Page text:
Rossinis opera Maometto II is probably better known in its French adaptation as Le siège de Corinthe. It is a tragic story of love and betrayal, in which the Venetian Anna Erisso falls in love with a man she supposes to be an ally of her father, but who is in fact the Turkish Sultan Mehmed II in disguise. In this version, revised for Venice in 1822, Rossini adapted the opera to the more conventional tastes of the Venetian public, who demanded a happy ending. The tragic suicide of Anna is replaced by the victory of the Venetians over the forces of the Sultan, and she survives to marry her fathers lieutenant, who is loyal to her father and country.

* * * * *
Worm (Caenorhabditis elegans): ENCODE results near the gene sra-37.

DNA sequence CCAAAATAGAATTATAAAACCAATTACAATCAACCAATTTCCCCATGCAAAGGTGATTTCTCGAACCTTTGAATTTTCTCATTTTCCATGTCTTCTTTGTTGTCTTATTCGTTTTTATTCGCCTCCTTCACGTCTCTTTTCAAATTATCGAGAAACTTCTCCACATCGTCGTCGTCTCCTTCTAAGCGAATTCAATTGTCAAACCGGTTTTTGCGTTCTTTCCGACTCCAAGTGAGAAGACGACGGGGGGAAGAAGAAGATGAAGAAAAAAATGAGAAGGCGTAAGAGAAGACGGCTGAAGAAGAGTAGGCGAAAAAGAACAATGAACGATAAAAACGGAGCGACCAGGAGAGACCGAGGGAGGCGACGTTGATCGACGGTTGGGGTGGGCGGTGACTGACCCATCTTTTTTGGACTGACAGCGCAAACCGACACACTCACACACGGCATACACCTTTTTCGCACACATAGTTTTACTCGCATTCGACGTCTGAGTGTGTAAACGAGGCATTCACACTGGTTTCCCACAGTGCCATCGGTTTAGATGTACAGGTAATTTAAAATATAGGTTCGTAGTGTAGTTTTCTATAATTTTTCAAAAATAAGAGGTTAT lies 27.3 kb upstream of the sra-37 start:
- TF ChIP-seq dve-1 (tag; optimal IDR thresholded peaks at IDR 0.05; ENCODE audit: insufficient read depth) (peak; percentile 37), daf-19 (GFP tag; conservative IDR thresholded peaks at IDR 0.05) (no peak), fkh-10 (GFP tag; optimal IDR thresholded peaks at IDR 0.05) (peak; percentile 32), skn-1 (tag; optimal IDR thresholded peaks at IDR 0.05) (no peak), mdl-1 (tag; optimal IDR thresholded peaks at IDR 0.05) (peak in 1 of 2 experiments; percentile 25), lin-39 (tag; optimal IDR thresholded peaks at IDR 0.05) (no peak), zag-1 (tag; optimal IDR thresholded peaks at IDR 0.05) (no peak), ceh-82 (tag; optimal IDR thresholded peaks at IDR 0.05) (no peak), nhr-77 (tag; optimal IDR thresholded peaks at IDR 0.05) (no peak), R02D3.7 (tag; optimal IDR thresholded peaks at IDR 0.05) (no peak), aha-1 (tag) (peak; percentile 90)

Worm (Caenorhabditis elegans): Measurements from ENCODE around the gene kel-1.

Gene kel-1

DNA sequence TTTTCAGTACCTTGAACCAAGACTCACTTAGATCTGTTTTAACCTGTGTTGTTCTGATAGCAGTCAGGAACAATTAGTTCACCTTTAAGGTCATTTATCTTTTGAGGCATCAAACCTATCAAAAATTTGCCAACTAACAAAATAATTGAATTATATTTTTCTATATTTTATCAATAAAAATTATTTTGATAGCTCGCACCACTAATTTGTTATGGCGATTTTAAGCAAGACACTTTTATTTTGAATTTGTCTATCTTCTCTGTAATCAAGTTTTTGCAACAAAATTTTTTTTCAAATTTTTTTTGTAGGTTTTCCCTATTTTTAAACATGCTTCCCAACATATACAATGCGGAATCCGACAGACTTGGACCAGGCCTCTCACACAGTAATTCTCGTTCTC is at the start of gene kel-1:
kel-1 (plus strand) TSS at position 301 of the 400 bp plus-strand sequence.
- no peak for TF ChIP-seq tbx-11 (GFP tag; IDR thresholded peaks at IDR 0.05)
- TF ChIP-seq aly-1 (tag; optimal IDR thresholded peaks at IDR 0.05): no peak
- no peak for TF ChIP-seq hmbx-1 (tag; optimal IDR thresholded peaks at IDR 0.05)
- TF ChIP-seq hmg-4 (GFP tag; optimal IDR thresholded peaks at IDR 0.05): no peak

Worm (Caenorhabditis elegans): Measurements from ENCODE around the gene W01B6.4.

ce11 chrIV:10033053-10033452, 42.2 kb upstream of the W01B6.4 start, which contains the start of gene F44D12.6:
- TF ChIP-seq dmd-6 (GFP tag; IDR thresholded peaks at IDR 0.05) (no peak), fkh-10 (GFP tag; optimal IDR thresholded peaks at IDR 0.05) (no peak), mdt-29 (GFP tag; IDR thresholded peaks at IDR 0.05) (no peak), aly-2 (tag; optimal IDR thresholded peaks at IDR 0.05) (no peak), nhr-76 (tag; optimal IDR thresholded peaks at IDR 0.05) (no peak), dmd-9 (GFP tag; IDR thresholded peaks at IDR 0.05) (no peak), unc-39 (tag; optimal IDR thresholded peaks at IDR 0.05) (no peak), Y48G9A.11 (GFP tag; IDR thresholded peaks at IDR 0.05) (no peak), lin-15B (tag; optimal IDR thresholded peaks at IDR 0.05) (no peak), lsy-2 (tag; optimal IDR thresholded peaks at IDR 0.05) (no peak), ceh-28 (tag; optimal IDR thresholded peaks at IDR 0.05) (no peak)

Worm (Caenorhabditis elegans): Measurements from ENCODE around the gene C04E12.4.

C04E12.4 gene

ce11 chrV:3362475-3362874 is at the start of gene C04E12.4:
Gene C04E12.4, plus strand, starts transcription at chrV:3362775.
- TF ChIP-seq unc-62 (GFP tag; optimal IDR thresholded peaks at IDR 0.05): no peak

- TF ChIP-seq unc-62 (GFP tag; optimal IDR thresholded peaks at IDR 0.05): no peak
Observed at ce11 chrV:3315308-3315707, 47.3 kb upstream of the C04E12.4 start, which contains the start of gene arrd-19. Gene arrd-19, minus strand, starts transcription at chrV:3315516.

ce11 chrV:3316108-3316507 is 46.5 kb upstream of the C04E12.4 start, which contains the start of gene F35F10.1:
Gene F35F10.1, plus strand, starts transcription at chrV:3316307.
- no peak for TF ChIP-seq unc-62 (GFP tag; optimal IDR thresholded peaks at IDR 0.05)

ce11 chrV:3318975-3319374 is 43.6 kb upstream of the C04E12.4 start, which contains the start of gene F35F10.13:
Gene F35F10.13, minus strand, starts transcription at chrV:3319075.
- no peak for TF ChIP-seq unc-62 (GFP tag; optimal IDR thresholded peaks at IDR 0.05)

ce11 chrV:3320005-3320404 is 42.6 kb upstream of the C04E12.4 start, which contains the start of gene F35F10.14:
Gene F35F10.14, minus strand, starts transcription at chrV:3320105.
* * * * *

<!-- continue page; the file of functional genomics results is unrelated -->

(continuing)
This is the first recording of Rossini's 1822 revision for Venice of his 1820 Maometto II. Because the Venetians demanded happy endings and loved crescendi, Rossini re-worked many numbers--instead of a suicide, the opera ends with a happy aria, and it's "Tanti affetti," from his own La donna del lago! The performance here is quite good, with orchestra and chorus well-drilled and energetic under Brad Cohen, and the soloists range from excellent--the bass Dennis Sedov in the title role, mezzo Luisa Islam-Ali-Zade in the colorful, wide-ranging role of Anna--to good (Anna-Rita Gemmabella in the trouser role of Calbo, Antonio de Gobbi as the Venetian General Condulmiero) to strained (tenor Massimiliano Barbolini). The action moves naturally (the recording is from a series of live performances), and the cast is thoroughly involved. There are three other recordings of this work (two with Samuel Ramey, sopranos Cecilia Gasdia or June Anderson, tenors Ramon Vargas or Bruce Ford) which are better sung, but this one is not only unique as to the edition used--it's also a bargain. Not to sell it short, but the competition is stiff. --Robert Levine